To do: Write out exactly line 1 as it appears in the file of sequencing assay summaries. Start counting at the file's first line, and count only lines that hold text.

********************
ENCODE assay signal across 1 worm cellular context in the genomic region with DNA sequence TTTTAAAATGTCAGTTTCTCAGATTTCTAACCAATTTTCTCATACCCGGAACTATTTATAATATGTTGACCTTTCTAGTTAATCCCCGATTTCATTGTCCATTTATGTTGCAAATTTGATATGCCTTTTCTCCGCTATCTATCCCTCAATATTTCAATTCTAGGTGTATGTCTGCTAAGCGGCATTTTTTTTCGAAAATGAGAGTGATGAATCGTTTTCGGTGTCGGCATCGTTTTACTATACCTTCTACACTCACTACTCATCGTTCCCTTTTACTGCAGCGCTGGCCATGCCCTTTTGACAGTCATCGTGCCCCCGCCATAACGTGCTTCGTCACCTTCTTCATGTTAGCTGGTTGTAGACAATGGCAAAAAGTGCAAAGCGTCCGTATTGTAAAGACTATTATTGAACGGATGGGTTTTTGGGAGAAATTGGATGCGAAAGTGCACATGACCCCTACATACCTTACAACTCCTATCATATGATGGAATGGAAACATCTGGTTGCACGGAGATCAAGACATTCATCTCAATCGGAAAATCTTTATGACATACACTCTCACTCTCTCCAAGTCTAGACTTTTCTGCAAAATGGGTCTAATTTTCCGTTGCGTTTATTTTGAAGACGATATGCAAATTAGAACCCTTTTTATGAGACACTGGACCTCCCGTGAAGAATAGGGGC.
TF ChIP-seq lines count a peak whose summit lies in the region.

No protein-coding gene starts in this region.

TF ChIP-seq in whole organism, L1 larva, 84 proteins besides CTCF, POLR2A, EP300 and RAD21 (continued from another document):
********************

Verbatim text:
ENCODE assay signal across 1 worm cellular context in the genomic region with DNA sequence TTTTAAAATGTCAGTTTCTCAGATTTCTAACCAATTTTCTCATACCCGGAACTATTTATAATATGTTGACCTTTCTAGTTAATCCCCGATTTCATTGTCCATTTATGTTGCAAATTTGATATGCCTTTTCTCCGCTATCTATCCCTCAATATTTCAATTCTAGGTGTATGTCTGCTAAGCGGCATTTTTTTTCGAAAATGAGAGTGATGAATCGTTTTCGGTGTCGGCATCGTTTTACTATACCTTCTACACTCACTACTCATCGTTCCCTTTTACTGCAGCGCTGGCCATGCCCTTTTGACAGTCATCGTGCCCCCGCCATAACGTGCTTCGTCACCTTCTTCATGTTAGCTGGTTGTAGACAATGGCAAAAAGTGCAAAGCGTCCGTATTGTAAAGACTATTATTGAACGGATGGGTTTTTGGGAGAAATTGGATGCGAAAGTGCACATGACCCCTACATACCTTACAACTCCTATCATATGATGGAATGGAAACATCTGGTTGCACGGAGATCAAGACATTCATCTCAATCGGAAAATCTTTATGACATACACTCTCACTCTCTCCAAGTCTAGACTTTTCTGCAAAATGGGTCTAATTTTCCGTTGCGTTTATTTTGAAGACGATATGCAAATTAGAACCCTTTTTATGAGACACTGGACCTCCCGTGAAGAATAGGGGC.